Best Places to Stay for Oregon Ocean Views: Heceta Lighthouse Bed and Breakfast

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What lover of the sea doesn’t like a lighthouse? Artistic sentinels of the past and present that conjure up thoughts of tumultuous seas and shipwrecks along craggy coasts. For some, a lighthouse may bring visions of a peaceful life with the siren call of gulls and foghorns. Adventure to some, serenity to others. Who lived such a life and how did they live it? There’s a great way to find out, if only for a day or two.

Stay at a historic lighthouse bed and breakfast

There are not many American lighthouses with guest facilities, but there are a few. One of the best is the often-photographed Heceta Lighthouse near Florence, Oregon.  The old lighthouse keeper’s home is just a few minute’s walk from the lighthouse and is now a thriving B&B with one of the most scenic outlooks of the rugged Oregon coast.

A brief history

In 1891 President Benjamin Harrison reserved a coastal headland known as Heceta Head, in Lane County, Oregon, for the sole use of a lighthouse, which was subsequently constructed and dedicated three years later.

The lighthouse boasts a 1.2 million candle power light — the most powerful on the Oregon coast. It can be seen from far out at sea, and also, from various points along US-101.

The last keeper left when the giant light was automated in 1963. Thereafter, the keeper’s notably unique residence went vacant.

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The house on the left was razed in 1940, the one remaining was put on the National Register of Historic Places in 1973.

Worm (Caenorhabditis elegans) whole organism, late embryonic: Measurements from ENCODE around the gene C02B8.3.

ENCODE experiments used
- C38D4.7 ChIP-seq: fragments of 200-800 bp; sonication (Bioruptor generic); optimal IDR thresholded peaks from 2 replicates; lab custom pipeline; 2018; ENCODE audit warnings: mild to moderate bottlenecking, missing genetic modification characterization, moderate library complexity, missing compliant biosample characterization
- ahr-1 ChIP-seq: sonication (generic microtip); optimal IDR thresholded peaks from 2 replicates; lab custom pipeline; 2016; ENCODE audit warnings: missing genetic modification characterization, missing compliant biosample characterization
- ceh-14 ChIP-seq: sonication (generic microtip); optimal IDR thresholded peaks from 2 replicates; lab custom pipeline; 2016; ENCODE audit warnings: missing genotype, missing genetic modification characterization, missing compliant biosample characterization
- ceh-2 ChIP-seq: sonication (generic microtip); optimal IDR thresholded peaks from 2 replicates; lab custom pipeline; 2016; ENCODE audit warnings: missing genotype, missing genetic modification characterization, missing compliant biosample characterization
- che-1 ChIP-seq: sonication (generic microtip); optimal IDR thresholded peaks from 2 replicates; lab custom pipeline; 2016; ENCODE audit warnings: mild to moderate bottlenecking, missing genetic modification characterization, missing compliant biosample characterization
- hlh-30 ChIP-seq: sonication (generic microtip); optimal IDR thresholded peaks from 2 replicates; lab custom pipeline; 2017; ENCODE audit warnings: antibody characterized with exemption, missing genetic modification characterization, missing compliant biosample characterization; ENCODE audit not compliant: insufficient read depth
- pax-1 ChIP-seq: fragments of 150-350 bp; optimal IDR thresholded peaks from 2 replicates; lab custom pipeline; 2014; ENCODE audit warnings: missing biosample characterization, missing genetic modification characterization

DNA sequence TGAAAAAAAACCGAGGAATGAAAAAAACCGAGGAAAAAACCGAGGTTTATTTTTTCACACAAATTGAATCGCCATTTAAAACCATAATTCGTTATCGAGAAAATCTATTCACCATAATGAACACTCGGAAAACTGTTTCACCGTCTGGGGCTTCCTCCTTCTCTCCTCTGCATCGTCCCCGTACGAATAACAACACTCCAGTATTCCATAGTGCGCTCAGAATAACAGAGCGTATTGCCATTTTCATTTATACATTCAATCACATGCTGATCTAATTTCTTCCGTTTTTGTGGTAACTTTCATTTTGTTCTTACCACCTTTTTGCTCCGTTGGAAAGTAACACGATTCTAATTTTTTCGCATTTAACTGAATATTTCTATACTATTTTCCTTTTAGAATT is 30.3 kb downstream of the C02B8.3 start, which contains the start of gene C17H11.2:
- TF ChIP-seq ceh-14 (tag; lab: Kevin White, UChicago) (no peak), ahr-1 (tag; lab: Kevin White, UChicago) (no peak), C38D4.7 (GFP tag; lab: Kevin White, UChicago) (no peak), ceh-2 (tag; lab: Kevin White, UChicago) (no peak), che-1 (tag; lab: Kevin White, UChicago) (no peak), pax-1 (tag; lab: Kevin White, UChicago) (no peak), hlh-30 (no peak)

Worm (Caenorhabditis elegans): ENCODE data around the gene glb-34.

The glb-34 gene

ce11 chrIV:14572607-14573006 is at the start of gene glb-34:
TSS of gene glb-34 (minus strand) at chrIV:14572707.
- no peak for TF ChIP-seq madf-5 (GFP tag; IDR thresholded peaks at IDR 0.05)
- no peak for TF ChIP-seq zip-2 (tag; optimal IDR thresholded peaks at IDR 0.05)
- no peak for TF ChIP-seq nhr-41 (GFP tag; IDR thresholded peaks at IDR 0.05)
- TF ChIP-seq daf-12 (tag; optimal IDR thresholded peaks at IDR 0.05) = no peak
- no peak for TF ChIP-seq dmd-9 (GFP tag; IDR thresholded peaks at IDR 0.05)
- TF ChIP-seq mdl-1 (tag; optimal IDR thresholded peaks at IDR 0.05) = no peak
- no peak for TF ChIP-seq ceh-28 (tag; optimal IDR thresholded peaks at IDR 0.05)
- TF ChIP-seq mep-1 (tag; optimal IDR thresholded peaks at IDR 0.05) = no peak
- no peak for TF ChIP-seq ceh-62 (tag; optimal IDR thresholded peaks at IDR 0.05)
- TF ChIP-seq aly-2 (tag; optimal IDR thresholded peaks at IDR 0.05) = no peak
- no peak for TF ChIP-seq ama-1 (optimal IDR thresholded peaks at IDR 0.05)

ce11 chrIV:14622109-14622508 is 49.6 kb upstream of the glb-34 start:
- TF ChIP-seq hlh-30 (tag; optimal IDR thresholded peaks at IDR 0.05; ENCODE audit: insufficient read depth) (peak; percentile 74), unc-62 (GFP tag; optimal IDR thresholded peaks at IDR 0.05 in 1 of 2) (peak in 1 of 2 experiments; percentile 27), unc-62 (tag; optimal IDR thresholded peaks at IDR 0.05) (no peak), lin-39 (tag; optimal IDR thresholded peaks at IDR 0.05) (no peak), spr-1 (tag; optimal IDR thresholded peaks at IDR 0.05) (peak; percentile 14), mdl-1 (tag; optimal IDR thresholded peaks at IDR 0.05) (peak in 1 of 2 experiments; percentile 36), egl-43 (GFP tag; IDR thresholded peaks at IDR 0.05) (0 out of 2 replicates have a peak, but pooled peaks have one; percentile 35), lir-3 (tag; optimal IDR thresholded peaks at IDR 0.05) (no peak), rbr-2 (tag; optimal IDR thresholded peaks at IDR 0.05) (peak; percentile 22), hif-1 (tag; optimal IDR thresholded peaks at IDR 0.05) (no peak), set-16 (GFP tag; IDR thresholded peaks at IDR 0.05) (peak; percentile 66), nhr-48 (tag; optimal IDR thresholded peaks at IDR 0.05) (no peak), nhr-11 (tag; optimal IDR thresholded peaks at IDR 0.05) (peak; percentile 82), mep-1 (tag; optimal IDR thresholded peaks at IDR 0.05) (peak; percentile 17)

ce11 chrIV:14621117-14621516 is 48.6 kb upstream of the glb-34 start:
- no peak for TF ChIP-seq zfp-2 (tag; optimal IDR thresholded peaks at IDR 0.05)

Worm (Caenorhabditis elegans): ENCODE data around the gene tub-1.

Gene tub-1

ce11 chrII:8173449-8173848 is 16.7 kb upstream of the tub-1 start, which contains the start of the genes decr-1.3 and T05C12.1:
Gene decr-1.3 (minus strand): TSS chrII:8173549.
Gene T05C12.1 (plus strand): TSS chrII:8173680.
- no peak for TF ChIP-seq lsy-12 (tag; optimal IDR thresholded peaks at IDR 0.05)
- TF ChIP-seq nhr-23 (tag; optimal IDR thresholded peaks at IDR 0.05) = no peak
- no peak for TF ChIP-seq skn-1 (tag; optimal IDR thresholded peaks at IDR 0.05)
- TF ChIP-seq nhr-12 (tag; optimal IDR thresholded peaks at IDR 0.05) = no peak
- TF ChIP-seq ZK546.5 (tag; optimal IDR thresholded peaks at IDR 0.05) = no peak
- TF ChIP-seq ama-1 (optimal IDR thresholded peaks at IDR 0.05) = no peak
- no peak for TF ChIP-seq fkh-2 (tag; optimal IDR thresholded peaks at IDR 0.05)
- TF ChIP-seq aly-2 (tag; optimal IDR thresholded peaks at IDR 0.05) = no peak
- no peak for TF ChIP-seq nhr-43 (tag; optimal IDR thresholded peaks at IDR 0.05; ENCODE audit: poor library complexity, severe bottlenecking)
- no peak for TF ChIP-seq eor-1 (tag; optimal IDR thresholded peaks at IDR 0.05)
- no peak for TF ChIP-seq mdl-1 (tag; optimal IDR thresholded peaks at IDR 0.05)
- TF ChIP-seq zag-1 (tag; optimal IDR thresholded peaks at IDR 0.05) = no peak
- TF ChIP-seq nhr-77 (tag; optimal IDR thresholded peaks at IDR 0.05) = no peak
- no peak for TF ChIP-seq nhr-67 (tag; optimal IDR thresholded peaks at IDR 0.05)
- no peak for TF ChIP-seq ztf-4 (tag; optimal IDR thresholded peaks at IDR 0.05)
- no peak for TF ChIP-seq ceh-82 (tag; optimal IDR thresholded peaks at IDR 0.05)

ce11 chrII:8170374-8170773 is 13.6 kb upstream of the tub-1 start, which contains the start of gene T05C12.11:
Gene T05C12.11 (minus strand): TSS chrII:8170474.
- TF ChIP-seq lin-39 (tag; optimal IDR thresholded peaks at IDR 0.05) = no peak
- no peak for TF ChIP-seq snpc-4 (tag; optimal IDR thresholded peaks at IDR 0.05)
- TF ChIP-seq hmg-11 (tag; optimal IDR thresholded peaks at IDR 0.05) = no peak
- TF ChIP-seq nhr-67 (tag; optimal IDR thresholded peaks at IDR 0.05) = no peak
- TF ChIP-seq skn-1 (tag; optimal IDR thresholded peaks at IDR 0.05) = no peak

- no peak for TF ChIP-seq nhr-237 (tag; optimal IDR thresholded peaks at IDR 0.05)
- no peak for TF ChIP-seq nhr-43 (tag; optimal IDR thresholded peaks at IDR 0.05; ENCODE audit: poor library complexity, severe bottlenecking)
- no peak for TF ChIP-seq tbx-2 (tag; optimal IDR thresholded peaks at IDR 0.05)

Twenty-two years later in 1995, Lane County opened the building for tours and a six guestroom B&B. What a wonderful idea!

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We had the privilege of spending two nights in the Mariner II guestroom at the Heceta Lighthouse Bed and Breakfast.

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Our room was one of three with an en-suite bath. If you would enjoy traveling back in time to the early days of lighthouse keeping, this is a place you will not want to miss.

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Painstakingly furnished with period antiques, the vintage Queen Ann style keeper’s house is a giant step back to the late 1800s.

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The house is reputed to be haunted, and the setting is perfect for the phenomenon, but alas, we did not see any apparitions.